Alan Kay, one of the inventors of the Smalltalk programming language and perhaps the biggest influence on both the Apple Macintosh and Microsoft Windows operating systems with their graphical user interface (GUI), is famous for his significant contributions to technology. Whether crafting the foundation of object oriented programming or developing industry-transforming ideas at Xerox's Palo Alto Research Center, his innovative thinking focused on enabling people through the utilization of technology in everyday life.

Perhaps one of the most relevant statements he made that can be applied to radio-frequency identification and warranties was, "The best way to predict the future is to invent it." While many are still evaluating RFID in their business plans, this technology is re-inventing how the future of business and customer service will progress. After all, as the visionary behind the laptop, Kay could probably benefit from an RFID-enabled warranty for the computer sitting on his desk today.

The Internet revolution was about people connecting with people. The next revolution will be about things connecting with other things. This transformation will occur through small, intelligent identification technologies that possess data to track, locate and return anything to anyone, anywhere at anytime. Many visionaries have been focusing on these efforts and include research and industry support from MIT's Auto-ID Center, Silent Commerce efforts from leading consulting firms such as Accenture and innovative solutions such as RFID-based Return ID Stamps from Intellareturn Corp.

Warranty and RFID

As highlighted, a warranty is a guarantee stating that a product is reliable and free from known defects and that the seller will, without charge, repair or replace defective parts.

Logistics, especially reverse processes, has become an operational nightmare for many organizations. Whether through warranties or money-back guarantees of satisfaction, companies need to surpass expectations to enhance customer loyalty. Furthermore, they need to effectively provide services that allow for new revenue opportunities without pushing expenses. It's a challenging balancing act for many professionals in the business environment.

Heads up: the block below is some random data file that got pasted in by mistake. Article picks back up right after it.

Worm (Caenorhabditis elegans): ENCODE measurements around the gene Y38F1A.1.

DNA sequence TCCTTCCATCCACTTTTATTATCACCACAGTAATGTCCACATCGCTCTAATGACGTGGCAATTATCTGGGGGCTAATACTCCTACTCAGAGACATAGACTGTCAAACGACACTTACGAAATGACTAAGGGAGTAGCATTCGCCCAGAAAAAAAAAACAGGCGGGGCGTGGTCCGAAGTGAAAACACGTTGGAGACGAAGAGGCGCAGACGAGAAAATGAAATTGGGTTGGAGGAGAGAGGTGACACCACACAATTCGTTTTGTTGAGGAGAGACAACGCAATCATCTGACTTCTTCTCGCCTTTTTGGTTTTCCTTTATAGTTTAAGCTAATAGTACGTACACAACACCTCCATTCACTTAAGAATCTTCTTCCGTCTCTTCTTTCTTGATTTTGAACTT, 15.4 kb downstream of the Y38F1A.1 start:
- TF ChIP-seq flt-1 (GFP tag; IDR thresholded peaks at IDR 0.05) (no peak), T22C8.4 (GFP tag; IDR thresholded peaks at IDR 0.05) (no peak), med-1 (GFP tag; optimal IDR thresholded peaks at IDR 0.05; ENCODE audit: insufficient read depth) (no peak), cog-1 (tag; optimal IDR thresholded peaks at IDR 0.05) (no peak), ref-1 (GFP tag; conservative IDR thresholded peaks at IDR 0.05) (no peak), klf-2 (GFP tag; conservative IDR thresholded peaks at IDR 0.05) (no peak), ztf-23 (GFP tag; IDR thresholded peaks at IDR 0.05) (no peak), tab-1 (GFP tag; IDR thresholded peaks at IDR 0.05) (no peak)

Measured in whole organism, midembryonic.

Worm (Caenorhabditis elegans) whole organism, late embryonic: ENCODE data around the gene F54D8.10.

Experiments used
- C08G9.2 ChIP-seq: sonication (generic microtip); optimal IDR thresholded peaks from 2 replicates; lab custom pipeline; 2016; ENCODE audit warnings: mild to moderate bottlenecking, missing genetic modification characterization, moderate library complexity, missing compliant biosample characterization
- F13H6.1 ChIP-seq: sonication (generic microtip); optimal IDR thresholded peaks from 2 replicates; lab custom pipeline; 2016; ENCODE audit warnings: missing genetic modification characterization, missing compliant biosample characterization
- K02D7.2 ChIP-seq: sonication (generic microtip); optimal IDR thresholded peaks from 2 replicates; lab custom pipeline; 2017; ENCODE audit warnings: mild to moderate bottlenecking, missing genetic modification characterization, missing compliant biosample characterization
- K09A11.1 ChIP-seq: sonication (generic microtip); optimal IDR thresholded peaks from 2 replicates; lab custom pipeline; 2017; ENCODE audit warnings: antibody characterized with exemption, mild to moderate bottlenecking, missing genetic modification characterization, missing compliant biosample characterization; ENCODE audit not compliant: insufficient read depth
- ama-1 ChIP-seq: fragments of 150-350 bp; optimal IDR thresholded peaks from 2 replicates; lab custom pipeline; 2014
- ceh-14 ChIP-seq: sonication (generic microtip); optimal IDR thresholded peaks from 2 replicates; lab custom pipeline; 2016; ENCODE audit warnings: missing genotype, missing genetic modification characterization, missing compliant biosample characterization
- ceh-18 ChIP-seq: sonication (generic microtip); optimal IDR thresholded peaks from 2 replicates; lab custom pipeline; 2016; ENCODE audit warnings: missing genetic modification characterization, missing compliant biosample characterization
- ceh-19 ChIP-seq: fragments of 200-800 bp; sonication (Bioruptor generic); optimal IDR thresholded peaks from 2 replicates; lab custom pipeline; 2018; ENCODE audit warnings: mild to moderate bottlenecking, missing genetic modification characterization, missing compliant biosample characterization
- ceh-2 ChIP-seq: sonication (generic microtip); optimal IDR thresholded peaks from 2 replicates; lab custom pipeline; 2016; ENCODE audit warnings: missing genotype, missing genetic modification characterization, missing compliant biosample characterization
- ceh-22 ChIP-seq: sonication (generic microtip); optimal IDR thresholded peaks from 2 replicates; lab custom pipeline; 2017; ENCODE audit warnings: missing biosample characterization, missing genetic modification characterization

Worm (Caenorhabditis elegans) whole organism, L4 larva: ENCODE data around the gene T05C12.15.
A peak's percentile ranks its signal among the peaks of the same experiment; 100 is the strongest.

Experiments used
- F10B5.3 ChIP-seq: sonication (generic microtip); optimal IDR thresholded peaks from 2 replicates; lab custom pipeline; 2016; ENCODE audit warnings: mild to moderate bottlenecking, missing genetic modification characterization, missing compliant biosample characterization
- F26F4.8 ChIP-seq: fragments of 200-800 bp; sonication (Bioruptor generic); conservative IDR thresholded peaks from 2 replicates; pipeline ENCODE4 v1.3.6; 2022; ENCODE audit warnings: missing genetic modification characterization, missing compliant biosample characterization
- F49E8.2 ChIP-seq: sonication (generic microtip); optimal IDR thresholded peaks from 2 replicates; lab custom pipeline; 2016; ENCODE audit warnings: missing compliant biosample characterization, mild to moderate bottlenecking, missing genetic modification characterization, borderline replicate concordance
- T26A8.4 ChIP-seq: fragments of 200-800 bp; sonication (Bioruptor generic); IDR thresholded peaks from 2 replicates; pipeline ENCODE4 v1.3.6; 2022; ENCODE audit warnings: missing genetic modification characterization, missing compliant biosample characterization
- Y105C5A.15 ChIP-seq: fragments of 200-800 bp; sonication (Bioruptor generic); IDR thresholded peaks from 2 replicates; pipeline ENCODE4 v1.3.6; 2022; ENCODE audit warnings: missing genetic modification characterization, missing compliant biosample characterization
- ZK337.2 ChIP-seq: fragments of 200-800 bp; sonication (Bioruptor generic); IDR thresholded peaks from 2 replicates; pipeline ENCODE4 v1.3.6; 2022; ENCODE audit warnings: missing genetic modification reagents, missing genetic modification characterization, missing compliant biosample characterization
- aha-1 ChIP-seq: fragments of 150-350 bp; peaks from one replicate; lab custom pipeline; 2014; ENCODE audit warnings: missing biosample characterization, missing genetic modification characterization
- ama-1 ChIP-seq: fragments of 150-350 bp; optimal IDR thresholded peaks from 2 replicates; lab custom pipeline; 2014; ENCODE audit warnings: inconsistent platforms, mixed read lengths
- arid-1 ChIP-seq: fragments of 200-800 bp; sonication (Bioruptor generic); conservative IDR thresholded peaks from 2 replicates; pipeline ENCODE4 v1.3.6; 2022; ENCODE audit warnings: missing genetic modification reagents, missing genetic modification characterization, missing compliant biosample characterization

In recent months, many have explored the benefits promised by radio-frequency identification. Solutions are being developed each day by new early-stage entities and even industry behemoths such as Microsoft Corp. By incorporating RFID into warranty, lost-and-found, and reverse logistics, it forges a closer relationship between companies and the valuable consumers they interact with. Aligning new service offerings through players in the parcel shipping industry and product companies, superior customer service becomes an all-important competitive advantage. Many companies strive to offer enhanced customer service. RFID may be the catalyst for this transition.

A Few Highlights on the RFID Impact

Why can RFID transform the warranty industry? This is a good question that can be partially answered by looking at some of the recent industry facts and events. Consider this:

  • Remember the minivan? According to the RFID: Emerging Applications Driving R&D Investment and End-User Demand study released by technology research firm Allied Business Intelligence (ABI), "automotive applications represent 46% of the total market today ... and key applications of RFID technology in vehicles include immobilizers, automatic vehicle identification, tire tracking, and passive entry systems." With this traction, warranty efforts are soon to follow given that they are a $9 billion activity for vehicle manufacturers.